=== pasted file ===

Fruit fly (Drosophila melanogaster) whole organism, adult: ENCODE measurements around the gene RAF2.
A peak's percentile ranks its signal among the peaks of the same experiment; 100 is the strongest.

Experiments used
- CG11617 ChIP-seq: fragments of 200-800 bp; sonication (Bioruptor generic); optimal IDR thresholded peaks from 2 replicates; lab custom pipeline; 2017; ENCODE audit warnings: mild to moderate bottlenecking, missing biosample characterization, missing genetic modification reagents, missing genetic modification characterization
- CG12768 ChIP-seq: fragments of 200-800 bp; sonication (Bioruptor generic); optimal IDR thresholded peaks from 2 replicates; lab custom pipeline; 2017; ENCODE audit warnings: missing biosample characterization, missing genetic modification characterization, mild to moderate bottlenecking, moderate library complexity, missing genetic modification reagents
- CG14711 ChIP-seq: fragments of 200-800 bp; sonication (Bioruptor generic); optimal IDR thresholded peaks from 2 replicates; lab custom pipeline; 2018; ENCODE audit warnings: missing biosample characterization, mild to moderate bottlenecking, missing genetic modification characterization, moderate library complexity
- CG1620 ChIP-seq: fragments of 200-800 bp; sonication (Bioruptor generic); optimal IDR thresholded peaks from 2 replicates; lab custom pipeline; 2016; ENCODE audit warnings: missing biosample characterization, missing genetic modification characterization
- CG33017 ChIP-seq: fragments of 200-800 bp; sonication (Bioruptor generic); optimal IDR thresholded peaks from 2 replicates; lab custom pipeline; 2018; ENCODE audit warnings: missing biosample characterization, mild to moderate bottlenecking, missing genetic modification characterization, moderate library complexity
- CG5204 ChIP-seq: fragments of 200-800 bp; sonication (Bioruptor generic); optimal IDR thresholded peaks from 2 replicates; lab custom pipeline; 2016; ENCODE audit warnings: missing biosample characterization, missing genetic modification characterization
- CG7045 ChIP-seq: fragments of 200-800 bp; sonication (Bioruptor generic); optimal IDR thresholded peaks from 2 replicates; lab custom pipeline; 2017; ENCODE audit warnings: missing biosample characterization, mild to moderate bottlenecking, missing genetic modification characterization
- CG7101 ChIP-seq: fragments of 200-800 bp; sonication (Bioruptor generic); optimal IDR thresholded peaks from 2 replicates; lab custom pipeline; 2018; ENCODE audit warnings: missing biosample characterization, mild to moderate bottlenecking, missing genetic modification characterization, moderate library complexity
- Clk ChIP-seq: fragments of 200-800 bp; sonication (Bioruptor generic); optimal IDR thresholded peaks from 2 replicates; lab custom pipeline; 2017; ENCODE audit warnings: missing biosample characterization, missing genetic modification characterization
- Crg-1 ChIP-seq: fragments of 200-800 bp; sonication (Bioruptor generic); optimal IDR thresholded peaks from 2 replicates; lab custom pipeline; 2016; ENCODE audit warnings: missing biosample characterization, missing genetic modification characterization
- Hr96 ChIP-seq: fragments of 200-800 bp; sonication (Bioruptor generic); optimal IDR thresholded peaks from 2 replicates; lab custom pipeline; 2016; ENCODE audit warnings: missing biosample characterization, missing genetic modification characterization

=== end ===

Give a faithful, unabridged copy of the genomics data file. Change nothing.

Fruit fly (Drosophila melanogaster) whole organism, adult: ENCODE measurements around the gene RAF2.
A peak's percentile ranks its signal among the peaks of the same experiment; 100 is the strongest.

Experiments used
- CG11617 ChIP-seq: fragments of 200-800 bp; sonication (Bioruptor generic); optimal IDR thresholded peaks from 2 replicates; lab custom pipeline; 2017; ENCODE audit warnings: mild to moderate bottlenecking, missing biosample characterization, missing genetic modification reagents, missing genetic modification characterization
- CG12768 ChIP-seq: fragments of 200-800 bp; sonication (Bioruptor generic); optimal IDR thresholded peaks from 2 replicates; lab custom pipeline; 2017; ENCODE audit warnings: missing biosample characterization, missing genetic modification characterization, mild to moderate bottlenecking, moderate library complexity, missing genetic modification reagents
- CG14711 ChIP-seq: fragments of 200-800 bp; sonication (Bioruptor generic); optimal IDR thresholded peaks from 2 replicates; lab custom pipeline; 2018; ENCODE audit warnings: missing biosample characterization, mild to moderate bottlenecking, missing genetic modification characterization, moderate library complexity
- CG1620 ChIP-seq: fragments of 200-800 bp; sonication (Bioruptor generic); optimal IDR thresholded peaks from 2 replicates; lab custom pipeline; 2016; ENCODE audit warnings: missing biosample characterization, missing genetic modification characterization
- CG33017 ChIP-seq: fragments of 200-800 bp; sonication (Bioruptor generic); optimal IDR thresholded peaks from 2 replicates; lab custom pipeline; 2018; ENCODE audit warnings: missing biosample characterization, mild to moderate bottlenecking, missing genetic modification characterization, moderate library complexity
- CG5204 ChIP-seq: fragments of 200-800 bp; sonication (Bioruptor generic); optimal IDR thresholded peaks from 2 replicates; lab custom pipeline; 2016; ENCODE audit warnings: missing biosample characterization, missing genetic modification characterization
- CG7045 ChIP-seq: fragments of 200-800 bp; sonication (Bioruptor generic); optimal IDR thresholded peaks from 2 replicates; lab custom pipeline; 2017; ENCODE audit warnings: missing biosample characterization, mild to moderate bottlenecking, missing genetic modification characterization
- CG7101 ChIP-seq: fragments of 200-800 bp; sonication (Bioruptor generic); optimal IDR thresholded peaks from 2 replicates; lab custom pipeline; 2018; ENCODE audit warnings: missing biosample characterization, mild to moderate bottlenecking, missing genetic modification characterization, moderate library complexity
- Clk ChIP-seq: fragments of 200-800 bp; sonication (Bioruptor generic); optimal IDR thresholded peaks from 2 replicates; lab custom pipeline; 2017; ENCODE audit warnings: missing biosample characterization, missing genetic modification characterization
- Crg-1 ChIP-seq: fragments of 200-800 bp; sonication (Bioruptor generic); optimal IDR thresholded peaks from 2 replicates; lab custom pipeline; 2016; ENCODE audit warnings: missing biosample characterization, missing genetic modification characterization
- Hr96 ChIP-seq: fragments of 200-800 bp; sonication (Bioruptor generic); optimal IDR thresholded peaks from 2 replicates; lab custom pipeline; 2016; ENCODE audit warnings: missing biosample characterization, missing genetic modification characterization